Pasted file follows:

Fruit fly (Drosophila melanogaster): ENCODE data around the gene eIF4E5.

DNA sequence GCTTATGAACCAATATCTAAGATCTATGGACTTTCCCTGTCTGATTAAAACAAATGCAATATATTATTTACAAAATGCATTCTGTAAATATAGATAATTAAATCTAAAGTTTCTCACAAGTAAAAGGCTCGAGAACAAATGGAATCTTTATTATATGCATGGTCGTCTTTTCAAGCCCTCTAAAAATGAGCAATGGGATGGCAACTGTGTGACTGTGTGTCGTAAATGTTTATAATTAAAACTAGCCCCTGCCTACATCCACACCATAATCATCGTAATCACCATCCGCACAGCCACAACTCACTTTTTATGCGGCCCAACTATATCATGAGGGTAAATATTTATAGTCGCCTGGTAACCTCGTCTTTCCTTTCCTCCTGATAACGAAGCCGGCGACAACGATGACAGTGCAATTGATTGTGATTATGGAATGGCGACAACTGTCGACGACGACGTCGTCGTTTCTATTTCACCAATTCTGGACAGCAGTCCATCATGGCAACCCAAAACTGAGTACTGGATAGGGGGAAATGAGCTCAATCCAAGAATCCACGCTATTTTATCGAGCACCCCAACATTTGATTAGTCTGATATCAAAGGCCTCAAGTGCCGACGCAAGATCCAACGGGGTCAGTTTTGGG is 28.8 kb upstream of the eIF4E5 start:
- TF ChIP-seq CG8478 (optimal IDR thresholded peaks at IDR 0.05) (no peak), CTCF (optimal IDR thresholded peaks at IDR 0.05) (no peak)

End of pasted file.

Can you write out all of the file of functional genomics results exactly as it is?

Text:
Fruit fly (Drosophila melanogaster): ENCODE data around the gene eIF4E5.

DNA sequence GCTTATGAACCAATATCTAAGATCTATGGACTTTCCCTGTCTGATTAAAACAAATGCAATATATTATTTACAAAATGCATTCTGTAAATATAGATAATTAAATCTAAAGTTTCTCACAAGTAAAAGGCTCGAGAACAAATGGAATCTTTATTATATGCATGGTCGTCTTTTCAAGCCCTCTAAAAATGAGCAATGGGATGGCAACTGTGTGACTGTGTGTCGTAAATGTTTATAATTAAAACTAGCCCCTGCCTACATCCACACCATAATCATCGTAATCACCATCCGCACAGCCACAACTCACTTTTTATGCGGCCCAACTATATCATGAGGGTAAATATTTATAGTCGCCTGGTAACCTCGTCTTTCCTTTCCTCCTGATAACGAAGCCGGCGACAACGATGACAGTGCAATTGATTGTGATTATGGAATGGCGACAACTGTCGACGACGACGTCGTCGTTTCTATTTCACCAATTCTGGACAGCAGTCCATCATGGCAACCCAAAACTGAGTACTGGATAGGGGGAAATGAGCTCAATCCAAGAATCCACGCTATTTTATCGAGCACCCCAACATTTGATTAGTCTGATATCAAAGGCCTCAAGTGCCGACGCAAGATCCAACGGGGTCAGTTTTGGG is 28.8 kb upstream of the eIF4E5 start:
- TF ChIP-seq CG8478 (optimal IDR thresholded peaks at IDR 0.05) (no peak), CTCF (optimal IDR thresholded peaks at IDR 0.05) (no peak)